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I have had some follow-up correspondence with X, and I think it's important for Blazers to read more of his thoughts. According to X, a news story published today creates even more suspicion.

First, though, let me say that upon X's request, I am taking an extra precaution in protecting his identity. The "quotes" from him that you will see in this post have been altered so as they cannot be traced back to him. In essence, you are reading my paraphrases. Again, X specifically asked me to do this.

Now the story X was referring to, published by the AP. I've included the relevant part below:

In Washington, the State Department severed its computer files from the government's classified network, officials said, as U.S. and world leaders tried to clean up from the leak that sent America's sensitive documents onto computer screens around the globe.

By temporarily pulling the plug, the U.S. significantly reduced the number of government employees who can read important diplomatic messages. It was an extraordinary hunkering down, prompted by the disclosure of hundreds of thousands of those messages this week by WikiLeaks, the self-styled whistleblower organization.

Here's what X has to say about that this morning:

This really is plugging the hole after all the water has ran out.  And it shows me that it was not a simple soldier who released this information.

I asked him to clarify, and here's what he said:

Jon, if they really had the guy who released the State Department info, they would review their processes and procedures. What they wouldn't do is just cut off everyone's access (severing). That's an extreme step that would hamper day-to-day operations. But that's what they did, and here's a couple reasons why they might have done. A) The government really doesn't have a clue who leaked the info and is just using Manning as a straw man to keep journalists from asking tough questions; or B) It really does know who's responsible and still doesn't want to answer tough questions.

Again, the State Department "severing" its info from the classified network doesn't make operational sense. So there's also the possibility that it's just saying it did that, but in reality didn't.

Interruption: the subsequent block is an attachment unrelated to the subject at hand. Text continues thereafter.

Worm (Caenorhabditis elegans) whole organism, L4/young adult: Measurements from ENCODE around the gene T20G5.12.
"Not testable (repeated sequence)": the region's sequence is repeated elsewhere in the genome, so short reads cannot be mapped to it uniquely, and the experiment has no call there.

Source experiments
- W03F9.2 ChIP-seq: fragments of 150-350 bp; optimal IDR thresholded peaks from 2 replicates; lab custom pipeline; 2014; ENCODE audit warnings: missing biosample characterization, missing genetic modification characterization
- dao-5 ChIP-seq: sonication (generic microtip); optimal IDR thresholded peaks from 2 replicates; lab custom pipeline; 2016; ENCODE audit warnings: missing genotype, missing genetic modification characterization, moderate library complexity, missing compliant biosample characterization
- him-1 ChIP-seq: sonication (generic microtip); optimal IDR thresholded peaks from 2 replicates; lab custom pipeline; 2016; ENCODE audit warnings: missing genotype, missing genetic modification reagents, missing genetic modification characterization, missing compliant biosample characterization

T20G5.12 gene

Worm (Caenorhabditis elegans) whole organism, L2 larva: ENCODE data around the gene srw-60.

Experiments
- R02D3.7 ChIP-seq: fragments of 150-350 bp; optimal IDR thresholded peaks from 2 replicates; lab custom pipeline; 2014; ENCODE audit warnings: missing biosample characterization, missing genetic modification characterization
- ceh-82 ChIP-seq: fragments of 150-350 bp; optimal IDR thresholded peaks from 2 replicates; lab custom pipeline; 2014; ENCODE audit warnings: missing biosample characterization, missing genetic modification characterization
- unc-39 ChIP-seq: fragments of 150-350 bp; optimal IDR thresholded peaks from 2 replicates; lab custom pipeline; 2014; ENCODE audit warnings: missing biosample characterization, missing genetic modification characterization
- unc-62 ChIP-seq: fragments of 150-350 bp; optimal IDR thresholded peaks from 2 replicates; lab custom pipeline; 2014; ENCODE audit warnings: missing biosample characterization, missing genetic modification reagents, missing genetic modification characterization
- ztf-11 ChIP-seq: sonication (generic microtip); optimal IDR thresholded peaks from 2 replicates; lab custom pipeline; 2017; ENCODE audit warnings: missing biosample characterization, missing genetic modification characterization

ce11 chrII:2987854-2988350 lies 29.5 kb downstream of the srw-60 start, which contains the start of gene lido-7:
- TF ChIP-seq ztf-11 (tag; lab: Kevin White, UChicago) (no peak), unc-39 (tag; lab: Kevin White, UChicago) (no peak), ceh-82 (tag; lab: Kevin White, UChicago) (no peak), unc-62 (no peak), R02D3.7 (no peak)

Here's what the State Dept. should have said: "We are taking the necessary steps to make sure this doesn't happen again." And that's what I think they would have said if they really knew how it happened. But that's assuming it wasn't an inside job.

Reader Terry also noticed the same story X did, and wrote in with some questions I think many of us are asking:

I’m left with the question of [...] what purpose would ["severing"] serve...why would “they” want to do that? What advantage would it be to someone (other than the legit. feds) to keep State Department files separate from regular classified files... and why just the State Dept...why not the whole system to protect the whole Fed “classified network” from becoming compromised in the future.  It just “feels” wrong.

It's a lot to digest, and I'm left with the phrase Glenn Beck uses often: Question with boldness. There's still something not adding up with all of this. Maybe X has it, maybe he has parts of it, maybe he has none of it. But in getting to know him a little, I don't think he's crazy.

On a side note, my suspicion increased this afternoon after Robert Gibbs tried to downplay the entire thing. No recognition of the possible damage. No reference to the potential danger. Nope, just a regurgitation of talking points framing Wikileaks as an amateur hack job.

I think we deserve better.

One last thing…
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